Hudak and Elliott campaigns protest party decision on London debate

I received news this evening that the PC Party had moved to prohibit recording devices from a leaders debate to occur today in London. I’ve verified with a reporter covering the race that this indeed was the case. The Elliott and Hudak campaigns were quick to protest the decision. Here are their emails (forwarded to me by the respective campaigns).

The Elliott campaign,

and the Hudak campaign,

Finally, I’ve heard that the party will go ahead and allow reporters to use recording devices during the debate.

UPDATE: This is confirmed. Here is the media advisory from the party.

English debate, the next morning

Five federal party leaders squared off last night around the oblong table at the National Arts Centre in Ottawa. Coming off of a sort of dress-rehearsal last night for the English speaking viewers, leaders were coached all day yesterday on earlier missteps and new opportunities as senior scripters checked debate playbooks, wiped the blackboard clean and chalked out some final plays.

And though politics can be a contact sport, referee Steve Paikin kept the unnecessary roughness to a minimum and even straightened out a few players when needed. The format of the debate has been criticized by some Conservatives as too amenable to unbalanced debating particularly when four candidates (including one late-comer and one spoiler) focus their attention squarely upon the incumbent. However, if one contrasts this with the American Vice-Presidential debate last night, the table format led to more exchanges and discussion rather than moderator-induced conversation without direct confrontation between candidates. Indeed, the Palin-Biden debate was instead two separate interviews, occurring simultaneously in the same room. The Canadian debate format for this election cycle proved more interesting for viewers and provided an unvarnished look at the candidates as they were challenged directly by the other candidates.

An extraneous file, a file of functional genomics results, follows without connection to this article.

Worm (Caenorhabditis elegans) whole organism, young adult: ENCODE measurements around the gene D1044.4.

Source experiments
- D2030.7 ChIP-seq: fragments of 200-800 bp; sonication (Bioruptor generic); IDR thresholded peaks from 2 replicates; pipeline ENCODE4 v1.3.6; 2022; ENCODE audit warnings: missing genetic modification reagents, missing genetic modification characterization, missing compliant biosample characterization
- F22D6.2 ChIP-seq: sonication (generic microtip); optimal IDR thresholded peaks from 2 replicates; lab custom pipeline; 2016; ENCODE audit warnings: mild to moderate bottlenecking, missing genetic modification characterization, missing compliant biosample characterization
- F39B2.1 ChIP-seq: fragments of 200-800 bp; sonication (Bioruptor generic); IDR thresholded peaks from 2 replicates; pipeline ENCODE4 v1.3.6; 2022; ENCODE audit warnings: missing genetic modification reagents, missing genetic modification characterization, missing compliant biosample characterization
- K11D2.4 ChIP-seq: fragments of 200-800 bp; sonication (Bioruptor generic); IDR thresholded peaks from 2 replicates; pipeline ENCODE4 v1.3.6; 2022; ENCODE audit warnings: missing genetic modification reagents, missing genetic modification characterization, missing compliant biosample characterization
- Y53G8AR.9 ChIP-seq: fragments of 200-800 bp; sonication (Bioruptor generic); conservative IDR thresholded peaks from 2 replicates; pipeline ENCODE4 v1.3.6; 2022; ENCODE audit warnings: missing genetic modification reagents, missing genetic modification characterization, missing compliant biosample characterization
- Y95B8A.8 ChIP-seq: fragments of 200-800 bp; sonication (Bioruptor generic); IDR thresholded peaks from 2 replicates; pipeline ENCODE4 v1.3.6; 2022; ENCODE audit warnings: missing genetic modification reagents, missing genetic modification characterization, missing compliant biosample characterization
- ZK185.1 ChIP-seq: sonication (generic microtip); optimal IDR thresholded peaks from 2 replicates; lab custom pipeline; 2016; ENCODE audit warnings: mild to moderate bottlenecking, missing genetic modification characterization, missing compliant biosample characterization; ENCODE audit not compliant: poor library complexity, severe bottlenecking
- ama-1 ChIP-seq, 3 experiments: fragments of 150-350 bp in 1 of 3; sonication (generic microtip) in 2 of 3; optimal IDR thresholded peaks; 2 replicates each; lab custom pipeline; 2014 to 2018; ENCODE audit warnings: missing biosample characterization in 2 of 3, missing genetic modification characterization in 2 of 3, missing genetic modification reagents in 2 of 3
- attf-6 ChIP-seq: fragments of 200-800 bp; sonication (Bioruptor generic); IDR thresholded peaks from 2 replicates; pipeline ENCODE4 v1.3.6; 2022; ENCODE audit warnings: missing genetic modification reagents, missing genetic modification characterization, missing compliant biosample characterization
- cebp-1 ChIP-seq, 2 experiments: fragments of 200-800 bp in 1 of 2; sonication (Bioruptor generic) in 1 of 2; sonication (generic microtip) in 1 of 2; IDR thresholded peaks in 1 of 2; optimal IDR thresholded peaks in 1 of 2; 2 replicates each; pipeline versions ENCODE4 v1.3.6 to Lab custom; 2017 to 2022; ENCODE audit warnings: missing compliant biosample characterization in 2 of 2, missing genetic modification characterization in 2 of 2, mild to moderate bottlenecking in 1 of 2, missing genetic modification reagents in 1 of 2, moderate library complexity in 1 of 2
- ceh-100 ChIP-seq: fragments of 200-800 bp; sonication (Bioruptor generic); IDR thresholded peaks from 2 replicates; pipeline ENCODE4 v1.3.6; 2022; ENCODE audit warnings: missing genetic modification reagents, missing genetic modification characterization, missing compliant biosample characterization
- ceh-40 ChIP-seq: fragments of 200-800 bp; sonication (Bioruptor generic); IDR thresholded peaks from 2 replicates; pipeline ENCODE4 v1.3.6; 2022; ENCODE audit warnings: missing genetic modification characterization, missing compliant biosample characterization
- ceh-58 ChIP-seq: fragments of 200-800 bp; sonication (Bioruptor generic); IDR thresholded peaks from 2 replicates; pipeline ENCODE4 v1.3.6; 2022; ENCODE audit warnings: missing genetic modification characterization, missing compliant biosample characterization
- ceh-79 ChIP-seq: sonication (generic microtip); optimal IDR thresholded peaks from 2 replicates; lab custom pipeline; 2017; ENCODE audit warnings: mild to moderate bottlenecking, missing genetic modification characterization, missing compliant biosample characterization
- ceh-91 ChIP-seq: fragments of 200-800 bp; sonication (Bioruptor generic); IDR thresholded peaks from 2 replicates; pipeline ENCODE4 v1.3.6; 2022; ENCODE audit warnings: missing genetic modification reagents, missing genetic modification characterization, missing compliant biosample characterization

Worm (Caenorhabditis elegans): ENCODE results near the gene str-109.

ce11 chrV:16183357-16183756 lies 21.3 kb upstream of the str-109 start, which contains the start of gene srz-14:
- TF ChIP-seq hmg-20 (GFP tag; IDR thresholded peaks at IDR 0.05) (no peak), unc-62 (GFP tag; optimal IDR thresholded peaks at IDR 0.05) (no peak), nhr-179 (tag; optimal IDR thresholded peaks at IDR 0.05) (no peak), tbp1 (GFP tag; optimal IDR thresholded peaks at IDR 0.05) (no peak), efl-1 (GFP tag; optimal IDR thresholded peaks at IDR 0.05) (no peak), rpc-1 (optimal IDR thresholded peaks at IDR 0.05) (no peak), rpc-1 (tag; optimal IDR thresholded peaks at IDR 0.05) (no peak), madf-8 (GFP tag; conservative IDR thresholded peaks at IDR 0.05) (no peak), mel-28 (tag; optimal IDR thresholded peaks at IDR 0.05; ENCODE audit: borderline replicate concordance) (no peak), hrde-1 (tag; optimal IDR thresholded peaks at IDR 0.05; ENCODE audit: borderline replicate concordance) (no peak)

Despite this, the current Prime Minister seemed at ease though at times I’m certain he wanted to leap across the table and give Jack Layton a better-balanced bludgeoning. Viewers of the French language debate joked that the Prime Minister seemed to have been sedated while partisans both friendly and not yearned for more emotion; the unfriendlies hoped for anger while Conservatives hoped for more passion from their champion to describe their common agenda. In the English language debate, the Prime Minister seemed to exude what is more appropriately described as confidence than calm as he took the barrage that came as the polarized players flailed their collective left-wing and labeled the Prime Minister everything from out-of-touch with the middle class — quite brazen coming from Elizabeth May — to a George Bush clone (the left will miss him when he’s gone).

Despite the constant attacks, Stephen Harper performed strongly by donning his figurative blue sweater vest appearing the most rational and collected candidate of the group. As one twitterer likely not voting for Harper put it, “It concerns me that Harper sounds the least crazy.” Jack Layton, the other strong debate performer appealed to the dramatic by twice making cynical references to the very same sweater the PM wears in the Conservative ads. Jack Layton and Stephen Harper needed each other to boost their debate performances and by focusing their heat on each other, they were able to wedge out Dion. Though the Liberals have never had a leader like Paul Martin that was richer, the critics couldn’t be fairer; the Liberals have never had a greener candidate than Stephane Dion and despite Martin’s failings, he was more animated than Dion was last night. Though Martin entered the election in the lead, Dion is coming from behind and failed to capture anyone’s attention last night.